How to Spot a Real Hermès Watch
Face it: a watch is so much more sophisticated than your smartphone. A quick glance and you’re on time for your appointment sans the useless Instagram rabbit hole — that’s smart. Even more so when the watch in question is Hermès. The storied French luxury house may be known for its leather goods — like the Birkin, Kelly and Constance bags — but in fact those pieces and the maison’s watches can both be traced back to its origins as a saddlery. With its focus on craftsmanship and leather goods, it makes sense that the first Hermès watch straps were created in the early 1900s. In 1978 Hermès took the next logical step and introduced its watchmaking division, La Montre Hermès, headquartered in the town of Biel/Bienne, right in the middle of Swiss watchmaking country. Since then, Hermès has designed a chic array of refined, equestrian-inspired timepieces, right up to this year’s launch of the latest style: the stirrup-shaped Galop d’Hermès.
Unfortunately, as with most things worth investing in, when it comes to Hermès watches you need to be aware of counterfeits. With a BFA in Metalsmithing and Jewelry Design and a Graduate Gemology degree from GIA, our Los Angeles Fine Jewelry & Watches Valuation Manager Lauren Hunt knows her way around the finer points of luxury jewelry and watch authenticity. We asked her for the lowdown on how to suss out a true Hermès timepiece, focusing on three popular styles: the Cape Cod, Heure H and Arceau. Read on for her tips.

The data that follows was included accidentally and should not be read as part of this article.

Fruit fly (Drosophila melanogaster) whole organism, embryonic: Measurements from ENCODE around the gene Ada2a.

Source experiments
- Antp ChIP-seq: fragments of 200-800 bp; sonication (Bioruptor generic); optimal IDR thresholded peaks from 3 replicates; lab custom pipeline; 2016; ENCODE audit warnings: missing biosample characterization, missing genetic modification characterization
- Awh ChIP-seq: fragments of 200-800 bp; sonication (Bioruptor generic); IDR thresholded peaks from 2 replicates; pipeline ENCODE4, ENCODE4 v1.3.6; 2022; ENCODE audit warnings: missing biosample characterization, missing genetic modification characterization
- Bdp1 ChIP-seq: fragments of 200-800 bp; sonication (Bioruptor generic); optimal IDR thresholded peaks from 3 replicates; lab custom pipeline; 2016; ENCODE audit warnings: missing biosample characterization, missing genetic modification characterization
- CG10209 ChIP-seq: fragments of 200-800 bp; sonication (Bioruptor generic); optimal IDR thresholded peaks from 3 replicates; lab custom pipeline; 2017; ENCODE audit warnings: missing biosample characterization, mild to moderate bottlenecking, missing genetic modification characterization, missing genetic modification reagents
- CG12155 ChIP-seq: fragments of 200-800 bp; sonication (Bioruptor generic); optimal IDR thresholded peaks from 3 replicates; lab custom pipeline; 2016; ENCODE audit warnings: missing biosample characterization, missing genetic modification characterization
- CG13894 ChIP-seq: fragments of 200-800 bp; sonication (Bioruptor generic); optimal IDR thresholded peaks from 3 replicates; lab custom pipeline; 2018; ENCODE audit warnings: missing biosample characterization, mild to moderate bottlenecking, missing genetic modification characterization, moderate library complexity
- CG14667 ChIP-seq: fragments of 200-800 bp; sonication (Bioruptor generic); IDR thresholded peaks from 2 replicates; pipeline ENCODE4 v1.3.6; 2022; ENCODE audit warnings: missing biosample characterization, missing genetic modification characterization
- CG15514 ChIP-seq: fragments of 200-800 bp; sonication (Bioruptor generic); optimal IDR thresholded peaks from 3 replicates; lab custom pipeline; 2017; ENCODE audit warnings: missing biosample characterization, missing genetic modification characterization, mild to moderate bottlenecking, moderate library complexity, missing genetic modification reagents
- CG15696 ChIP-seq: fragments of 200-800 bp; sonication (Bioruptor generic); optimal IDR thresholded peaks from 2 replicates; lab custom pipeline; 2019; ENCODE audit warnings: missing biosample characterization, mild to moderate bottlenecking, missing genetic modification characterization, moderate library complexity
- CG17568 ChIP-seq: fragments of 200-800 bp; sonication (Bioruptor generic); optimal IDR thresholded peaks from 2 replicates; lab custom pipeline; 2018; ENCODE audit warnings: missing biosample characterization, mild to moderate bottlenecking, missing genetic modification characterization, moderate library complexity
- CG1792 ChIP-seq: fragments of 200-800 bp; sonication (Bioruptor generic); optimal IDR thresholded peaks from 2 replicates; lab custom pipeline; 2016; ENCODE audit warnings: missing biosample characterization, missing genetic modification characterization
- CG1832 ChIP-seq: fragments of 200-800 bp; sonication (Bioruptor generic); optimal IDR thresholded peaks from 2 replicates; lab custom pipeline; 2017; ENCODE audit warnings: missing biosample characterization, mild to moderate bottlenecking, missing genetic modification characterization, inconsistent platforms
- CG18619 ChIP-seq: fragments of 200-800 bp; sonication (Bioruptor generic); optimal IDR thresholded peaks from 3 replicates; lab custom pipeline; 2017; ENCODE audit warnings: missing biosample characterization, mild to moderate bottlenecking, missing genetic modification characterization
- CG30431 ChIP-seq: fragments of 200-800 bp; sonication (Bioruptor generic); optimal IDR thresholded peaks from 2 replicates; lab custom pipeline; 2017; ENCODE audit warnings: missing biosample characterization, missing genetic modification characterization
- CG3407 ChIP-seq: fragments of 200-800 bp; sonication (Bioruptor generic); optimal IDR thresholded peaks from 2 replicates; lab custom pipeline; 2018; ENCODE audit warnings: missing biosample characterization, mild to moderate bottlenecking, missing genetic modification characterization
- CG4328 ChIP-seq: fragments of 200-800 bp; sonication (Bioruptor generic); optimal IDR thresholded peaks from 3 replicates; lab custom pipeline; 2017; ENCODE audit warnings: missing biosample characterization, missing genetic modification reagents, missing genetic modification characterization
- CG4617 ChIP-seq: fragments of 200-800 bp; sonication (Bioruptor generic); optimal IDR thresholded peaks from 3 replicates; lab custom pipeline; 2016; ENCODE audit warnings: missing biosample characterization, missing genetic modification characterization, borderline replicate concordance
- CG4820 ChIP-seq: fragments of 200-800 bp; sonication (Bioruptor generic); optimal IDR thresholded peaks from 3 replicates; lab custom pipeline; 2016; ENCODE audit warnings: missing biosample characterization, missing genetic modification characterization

Hermès Watch Brand Markings
Font and logo verification is one of the cornerstone of authentication. In 1945, Hermès adopted the Caleche logo, featuring a horse-drawn carriage design by Alfred de Dreux. It is often found on Hermès watches as a part of the Ex-libris emblem seen on Hermès watch case backs. The Ex-libris logo should be expertly designed, detailed, clean and have nice relief. If it shows poor proportions, any double stamping or looks laser-engraved rather than cast into the case back, those are red flags. When we inspect the crown on Hermès timepieces, we expect to see uniformity in the fluted pattern present and consistency in the font and proportions of the ‘H’ when it is present on the crown. Hermès watches should always exhibit clean, uniform craftsmanship with perfectly fitting components.
Hermès Watch Leather Stitching
All Hermès watches are constructed in Switzerland, including the leather bands which are always saddle stitched by hand. This allows artisans to control the tension, resulting in less thread breakage, and is much more stable than machine stitching. If you see stitching with stronger tension that is too uniform, that can be a giveaway that it was machine-stitched and not done by hand.
Hermès Watch Metals